Kallas Remarks By Steve Kallas
By now you know the story about Jered Weaver and Jose Arrendondo of the Angels no-hitting the Dodgers for eight innings this past weekend and losing the game 1-0. But what you may not know is that, back in 1991, none other than Fay Vincent headed a committee named the “Committee for Statistical Accuracy” (you can’t make this stuff up) which unilaterally decided, among other things, that a no-hitter couldn’t be a no-hitter unless a pitcher (or pitchers) pitched at least nine innings of no-hit ball.
What’s the stupidity level of this? Well, it’s very high, to say the least. Criticized at the time for defying common sense (after all, if you give up no hits you’ve pitched a no-hitter, right? Well, right for the first 100 years or so of baseball – possibly wrong after 1991), about 50 no-hitters were “unrecognized” as no-hitters as a result of this committee’s “work” (yes, these guys were “experts” in the field of baseball statistics).
How did this come about? Well, you Yankee fans will remember the fiasco of Andy Hawkins pitching an eight-inning no-hitter against the White Sox on July 1, 1990 and losing 4-0 (now that’s hard to do). Throw in a few rain-shortened five or six inning no-hitters and the powers-that-be decided something had to be done. Shortly after the new no-hit rule came into being, Matt Young of the Red Sox did what Hawkins did – he pitched an eight-inning no-hitter against Cleveland and lost 1-0. What had been a no-hitter since the dawn of baseball was no longer a no-hitter in the eyes of the Committee for Statistical Accuracy and, thus, Major League Baseball.
Which takes us to this past weekend. This should be what it is – a combined eight- inning no-hitter for Weaver and Arrendondo. But the powers-that-be seem to blow it off because it’s only the third time it’s happened since 1961 (so what?). Some of the beauty of baseball is in the stats – more so, obviously, than any other sport. But a no-hitter is a no-hitter is a no-hitter. You could certainly differentiate them in the record book as eight inning no-hitters versus nine inning no-hitters. But to recognize one no-hitter (nine innings) as a no-hitter and another no-hitter (eight innings) as not a no-hitter is intellectually stupid. This isn’t brain surgery, fellas.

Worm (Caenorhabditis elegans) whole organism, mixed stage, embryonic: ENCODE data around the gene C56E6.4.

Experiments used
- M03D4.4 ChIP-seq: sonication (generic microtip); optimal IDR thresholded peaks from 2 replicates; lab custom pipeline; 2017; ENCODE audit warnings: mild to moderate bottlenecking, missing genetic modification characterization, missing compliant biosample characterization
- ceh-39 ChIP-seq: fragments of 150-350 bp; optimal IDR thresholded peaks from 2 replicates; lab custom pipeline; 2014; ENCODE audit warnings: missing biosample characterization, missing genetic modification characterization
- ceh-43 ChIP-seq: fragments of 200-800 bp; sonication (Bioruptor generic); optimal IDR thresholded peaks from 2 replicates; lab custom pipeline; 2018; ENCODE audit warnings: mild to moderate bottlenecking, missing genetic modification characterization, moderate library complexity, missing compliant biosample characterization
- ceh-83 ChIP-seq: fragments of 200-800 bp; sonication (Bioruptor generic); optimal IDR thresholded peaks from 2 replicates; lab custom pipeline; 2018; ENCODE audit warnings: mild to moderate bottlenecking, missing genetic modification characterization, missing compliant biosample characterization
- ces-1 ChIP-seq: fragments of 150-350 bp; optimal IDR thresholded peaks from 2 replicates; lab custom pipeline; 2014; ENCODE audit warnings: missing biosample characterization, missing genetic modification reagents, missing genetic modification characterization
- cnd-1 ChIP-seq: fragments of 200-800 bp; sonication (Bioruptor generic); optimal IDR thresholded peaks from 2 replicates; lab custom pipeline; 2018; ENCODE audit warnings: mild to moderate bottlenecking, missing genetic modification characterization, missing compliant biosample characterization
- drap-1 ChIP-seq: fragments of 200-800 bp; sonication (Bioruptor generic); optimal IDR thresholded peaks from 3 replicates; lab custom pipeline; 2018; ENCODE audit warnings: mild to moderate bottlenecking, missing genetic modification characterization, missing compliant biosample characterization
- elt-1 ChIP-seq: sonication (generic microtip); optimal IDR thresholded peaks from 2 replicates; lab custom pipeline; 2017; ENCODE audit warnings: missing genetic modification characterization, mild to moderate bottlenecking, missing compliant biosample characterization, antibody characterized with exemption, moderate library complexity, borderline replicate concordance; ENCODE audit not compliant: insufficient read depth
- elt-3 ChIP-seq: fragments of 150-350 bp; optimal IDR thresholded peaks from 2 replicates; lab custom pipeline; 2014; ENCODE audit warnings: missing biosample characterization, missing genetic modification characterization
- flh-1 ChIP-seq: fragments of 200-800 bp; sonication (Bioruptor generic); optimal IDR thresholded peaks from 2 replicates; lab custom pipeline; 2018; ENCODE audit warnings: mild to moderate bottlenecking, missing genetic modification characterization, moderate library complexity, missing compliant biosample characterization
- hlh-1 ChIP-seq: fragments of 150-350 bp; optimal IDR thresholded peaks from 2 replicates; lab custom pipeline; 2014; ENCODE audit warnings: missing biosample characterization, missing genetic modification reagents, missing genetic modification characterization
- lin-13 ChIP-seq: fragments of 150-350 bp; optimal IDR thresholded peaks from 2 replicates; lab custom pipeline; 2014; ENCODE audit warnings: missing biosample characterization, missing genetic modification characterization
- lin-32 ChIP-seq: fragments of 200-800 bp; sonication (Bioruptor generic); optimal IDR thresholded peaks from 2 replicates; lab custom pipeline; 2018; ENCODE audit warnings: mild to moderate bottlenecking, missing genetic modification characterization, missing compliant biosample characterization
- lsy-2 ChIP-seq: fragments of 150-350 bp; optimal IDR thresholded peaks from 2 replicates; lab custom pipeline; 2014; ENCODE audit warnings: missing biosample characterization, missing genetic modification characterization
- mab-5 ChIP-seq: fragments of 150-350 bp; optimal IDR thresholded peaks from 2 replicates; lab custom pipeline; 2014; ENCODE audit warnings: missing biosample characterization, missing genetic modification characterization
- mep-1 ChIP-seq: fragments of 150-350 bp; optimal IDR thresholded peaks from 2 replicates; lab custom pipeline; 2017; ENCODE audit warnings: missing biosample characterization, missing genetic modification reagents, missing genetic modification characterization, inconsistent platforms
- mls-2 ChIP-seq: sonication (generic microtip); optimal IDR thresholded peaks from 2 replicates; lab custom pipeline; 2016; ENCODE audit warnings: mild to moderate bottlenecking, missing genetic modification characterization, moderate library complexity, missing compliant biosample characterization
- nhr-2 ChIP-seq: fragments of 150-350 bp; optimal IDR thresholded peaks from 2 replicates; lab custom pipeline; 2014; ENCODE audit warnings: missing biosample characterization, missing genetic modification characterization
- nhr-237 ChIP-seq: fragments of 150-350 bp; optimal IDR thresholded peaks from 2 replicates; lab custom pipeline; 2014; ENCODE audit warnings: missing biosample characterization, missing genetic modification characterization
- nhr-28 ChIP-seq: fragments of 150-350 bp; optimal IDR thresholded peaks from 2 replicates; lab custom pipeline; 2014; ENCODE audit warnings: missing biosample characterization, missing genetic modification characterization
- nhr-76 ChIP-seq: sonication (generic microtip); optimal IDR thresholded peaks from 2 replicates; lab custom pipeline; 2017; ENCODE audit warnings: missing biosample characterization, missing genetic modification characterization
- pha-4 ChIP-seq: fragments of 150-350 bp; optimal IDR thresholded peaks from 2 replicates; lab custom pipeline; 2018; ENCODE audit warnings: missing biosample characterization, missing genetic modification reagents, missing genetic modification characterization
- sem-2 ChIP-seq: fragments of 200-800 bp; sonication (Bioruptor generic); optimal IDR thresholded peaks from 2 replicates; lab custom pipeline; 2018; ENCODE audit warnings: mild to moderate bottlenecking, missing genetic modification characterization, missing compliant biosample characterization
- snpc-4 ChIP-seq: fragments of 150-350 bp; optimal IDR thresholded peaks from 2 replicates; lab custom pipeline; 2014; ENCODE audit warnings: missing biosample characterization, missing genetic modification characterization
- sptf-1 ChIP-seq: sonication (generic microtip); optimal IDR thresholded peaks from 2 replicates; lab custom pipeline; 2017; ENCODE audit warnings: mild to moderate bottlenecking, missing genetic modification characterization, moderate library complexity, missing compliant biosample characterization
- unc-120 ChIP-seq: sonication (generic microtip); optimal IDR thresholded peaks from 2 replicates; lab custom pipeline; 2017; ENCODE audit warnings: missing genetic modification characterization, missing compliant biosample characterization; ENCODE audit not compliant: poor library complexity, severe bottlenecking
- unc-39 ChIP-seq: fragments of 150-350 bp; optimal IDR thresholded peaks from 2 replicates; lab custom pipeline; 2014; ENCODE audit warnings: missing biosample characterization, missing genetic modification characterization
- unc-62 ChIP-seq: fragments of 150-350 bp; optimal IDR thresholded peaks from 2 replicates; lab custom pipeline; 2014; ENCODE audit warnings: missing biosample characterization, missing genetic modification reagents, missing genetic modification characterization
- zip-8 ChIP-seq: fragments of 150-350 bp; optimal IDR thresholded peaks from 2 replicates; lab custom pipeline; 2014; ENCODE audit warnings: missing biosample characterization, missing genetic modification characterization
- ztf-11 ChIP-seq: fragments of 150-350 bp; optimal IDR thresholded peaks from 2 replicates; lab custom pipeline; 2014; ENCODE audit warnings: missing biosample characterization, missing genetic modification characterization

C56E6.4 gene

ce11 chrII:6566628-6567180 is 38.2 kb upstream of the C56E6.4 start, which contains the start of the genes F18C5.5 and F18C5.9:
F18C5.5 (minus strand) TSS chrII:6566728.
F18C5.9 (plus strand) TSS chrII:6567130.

And here’s the really interesting thing in the no-hit analysis. When Young and Hawkins threw their respective eight-inning no-hitters, they were (correctly) credited with complete games. After all, as the visiting team, their team would have to get up nine times since they were losing. By definition, the home team (who had been no-hit) didn’t have to get up nine times because they won the game.
Maybe you didn’t know this, but whenever a pitcher pitches eight innings and loses (i.e., he doesn’t pitch the ninth because he pitches for the visiting team that loses after the top of the ninth), he’s credited with a complete game. Thankfully, the Committee for Statistical Stupidity didn’t change that one as well. For example, Roy Halladay of Toronto was given credit for a complete game on April 23 of this season while losing 5-3 and pitching “only” eight innings.
The inconsistency is obvious. All a visiting pitcher can do is pitch eight innings if his team is losing. He can’t pitch nine (or more) unless his team ties up the game or goes ahead. This is intro to baseball stuff. So, too, in the no-hit situation, the visiting pitcher can only pitch eight innings. It’s not his fault. So Andy Hawkins in 1990 and Matt Young in 1992 both were credited with complete game losing efforts. Neither, however, by today’s standards, pitched a no-hitter. Beyond stupid.
It’s not too late to fix this (after all, Andy Hawkins’ no-hitter was viewed to be a no-hitter until the “Committee” said it wasn’t). Simply recognize no-hitters for what they are – no-hitters – and have a list of eight-inning no-hitters or nine-inning no-hitters or rain-shortened no-hitters or any list you want to make with respect to no-hitters. Once that is done, then the Committee for Statistical Accuracy would be statistically accurate.